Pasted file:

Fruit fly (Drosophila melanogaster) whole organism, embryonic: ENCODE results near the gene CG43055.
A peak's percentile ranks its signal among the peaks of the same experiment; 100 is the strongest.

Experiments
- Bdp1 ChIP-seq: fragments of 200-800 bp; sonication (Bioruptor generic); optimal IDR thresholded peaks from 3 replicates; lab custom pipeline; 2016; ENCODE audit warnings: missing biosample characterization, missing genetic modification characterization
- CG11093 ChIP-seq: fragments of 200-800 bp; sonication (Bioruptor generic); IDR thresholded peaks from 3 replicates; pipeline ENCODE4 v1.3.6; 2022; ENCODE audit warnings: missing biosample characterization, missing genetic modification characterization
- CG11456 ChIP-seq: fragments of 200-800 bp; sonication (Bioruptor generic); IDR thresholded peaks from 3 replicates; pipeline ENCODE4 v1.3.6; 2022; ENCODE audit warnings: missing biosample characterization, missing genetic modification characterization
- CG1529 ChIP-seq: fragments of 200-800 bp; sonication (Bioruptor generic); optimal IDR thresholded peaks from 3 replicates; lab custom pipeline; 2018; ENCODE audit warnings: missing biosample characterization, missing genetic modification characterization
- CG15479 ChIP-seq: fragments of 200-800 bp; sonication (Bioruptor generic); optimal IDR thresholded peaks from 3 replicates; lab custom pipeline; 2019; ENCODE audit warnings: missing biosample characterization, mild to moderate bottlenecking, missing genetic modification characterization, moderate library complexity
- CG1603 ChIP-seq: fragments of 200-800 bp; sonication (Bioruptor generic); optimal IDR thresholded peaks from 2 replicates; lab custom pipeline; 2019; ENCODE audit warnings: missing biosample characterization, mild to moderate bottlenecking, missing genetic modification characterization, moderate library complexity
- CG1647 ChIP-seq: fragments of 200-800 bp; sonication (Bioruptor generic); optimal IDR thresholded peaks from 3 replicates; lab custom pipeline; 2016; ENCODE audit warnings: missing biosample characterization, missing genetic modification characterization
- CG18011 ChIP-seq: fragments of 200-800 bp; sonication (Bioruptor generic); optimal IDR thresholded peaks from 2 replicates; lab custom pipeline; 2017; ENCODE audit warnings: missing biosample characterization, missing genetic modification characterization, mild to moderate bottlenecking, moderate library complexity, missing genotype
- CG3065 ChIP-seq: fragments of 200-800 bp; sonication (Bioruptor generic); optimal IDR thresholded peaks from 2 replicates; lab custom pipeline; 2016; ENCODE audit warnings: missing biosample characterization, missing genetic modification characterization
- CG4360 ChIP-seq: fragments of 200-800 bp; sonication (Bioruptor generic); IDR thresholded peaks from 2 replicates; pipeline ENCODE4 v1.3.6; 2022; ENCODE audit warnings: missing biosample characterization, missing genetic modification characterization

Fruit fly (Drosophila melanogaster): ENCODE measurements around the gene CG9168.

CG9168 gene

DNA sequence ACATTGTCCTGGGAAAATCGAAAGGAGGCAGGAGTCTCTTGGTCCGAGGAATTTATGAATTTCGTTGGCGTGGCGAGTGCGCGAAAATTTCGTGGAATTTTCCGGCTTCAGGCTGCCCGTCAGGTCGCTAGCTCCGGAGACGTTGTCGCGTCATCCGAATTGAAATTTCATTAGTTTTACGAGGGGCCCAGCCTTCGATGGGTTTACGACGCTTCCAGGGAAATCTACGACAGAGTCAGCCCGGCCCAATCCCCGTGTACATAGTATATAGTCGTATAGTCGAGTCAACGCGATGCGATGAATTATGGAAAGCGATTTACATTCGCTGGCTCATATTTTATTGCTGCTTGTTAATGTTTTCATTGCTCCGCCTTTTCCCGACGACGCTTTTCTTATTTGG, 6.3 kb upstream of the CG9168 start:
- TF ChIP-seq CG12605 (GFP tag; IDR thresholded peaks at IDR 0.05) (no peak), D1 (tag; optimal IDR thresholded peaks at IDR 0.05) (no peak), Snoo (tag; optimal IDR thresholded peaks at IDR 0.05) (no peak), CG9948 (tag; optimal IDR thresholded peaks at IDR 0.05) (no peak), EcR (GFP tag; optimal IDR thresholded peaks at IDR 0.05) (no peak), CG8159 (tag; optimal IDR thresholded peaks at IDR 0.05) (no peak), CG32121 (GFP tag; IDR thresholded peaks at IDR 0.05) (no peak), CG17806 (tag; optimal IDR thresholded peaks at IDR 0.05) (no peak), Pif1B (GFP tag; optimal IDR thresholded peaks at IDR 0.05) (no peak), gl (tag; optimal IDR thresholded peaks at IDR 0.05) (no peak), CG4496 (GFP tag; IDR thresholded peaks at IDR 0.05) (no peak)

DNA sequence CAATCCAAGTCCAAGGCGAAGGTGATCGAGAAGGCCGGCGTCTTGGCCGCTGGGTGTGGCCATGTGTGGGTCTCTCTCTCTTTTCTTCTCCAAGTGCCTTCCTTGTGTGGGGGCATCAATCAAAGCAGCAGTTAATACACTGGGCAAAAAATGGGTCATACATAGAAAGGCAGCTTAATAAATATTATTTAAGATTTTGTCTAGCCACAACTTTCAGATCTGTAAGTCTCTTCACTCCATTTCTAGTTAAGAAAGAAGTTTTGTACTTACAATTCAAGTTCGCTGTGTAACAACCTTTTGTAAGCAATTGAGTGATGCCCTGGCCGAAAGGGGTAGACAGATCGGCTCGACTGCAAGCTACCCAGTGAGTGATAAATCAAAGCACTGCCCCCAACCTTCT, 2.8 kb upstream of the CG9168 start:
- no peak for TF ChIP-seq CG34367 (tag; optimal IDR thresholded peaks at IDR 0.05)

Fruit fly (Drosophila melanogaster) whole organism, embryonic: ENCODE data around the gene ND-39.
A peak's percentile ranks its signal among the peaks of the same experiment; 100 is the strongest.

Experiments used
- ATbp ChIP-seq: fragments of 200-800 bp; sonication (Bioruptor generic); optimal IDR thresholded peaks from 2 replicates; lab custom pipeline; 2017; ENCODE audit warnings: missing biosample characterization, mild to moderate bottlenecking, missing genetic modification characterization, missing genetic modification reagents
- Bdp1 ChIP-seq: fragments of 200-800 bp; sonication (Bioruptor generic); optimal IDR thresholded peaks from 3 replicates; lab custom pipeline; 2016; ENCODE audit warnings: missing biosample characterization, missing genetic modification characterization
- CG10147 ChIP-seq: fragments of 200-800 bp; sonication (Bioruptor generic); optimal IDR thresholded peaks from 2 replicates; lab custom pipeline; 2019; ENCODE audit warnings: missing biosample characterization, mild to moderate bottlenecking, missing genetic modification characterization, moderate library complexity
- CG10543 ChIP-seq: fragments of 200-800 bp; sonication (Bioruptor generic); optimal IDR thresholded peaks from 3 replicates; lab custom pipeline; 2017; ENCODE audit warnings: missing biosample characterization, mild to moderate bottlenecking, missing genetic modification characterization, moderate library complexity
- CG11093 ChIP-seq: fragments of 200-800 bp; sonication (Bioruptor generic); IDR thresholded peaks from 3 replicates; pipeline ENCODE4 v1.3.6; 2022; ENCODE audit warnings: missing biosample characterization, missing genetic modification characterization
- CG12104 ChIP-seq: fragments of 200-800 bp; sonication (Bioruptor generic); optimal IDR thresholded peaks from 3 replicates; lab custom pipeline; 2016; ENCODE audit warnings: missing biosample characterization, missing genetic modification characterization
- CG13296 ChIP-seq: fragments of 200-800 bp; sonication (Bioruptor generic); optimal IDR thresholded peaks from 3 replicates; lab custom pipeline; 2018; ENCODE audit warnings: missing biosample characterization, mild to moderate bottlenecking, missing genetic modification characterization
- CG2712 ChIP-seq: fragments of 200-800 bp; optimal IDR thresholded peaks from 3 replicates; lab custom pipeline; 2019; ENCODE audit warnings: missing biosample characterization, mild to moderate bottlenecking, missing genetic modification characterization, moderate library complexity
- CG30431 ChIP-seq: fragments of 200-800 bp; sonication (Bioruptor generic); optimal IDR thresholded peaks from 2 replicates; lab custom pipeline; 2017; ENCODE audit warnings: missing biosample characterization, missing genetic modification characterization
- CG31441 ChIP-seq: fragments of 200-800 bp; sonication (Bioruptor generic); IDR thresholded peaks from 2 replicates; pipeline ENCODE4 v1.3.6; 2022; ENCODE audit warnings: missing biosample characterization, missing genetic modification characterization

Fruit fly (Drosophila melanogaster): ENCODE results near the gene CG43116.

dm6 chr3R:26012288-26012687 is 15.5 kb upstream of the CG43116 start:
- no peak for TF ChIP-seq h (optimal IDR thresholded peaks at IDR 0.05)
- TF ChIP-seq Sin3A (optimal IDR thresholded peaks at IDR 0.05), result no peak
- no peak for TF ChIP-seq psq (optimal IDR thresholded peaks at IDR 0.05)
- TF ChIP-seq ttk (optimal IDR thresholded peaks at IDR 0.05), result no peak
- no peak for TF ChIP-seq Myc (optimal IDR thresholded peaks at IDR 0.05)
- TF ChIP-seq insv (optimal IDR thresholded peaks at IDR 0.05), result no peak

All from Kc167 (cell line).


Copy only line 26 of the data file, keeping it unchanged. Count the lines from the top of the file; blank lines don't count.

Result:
- CG10543 ChIP-seq: fragments of 200-800 bp; sonication (Bioruptor generic); optimal IDR thresholded peaks from 3 replicates; lab custom pipeline; 2017; ENCODE audit warnings: missing biosample characterization, mild to moderate bottlenecking, missing genetic modification characterization, moderate library complexity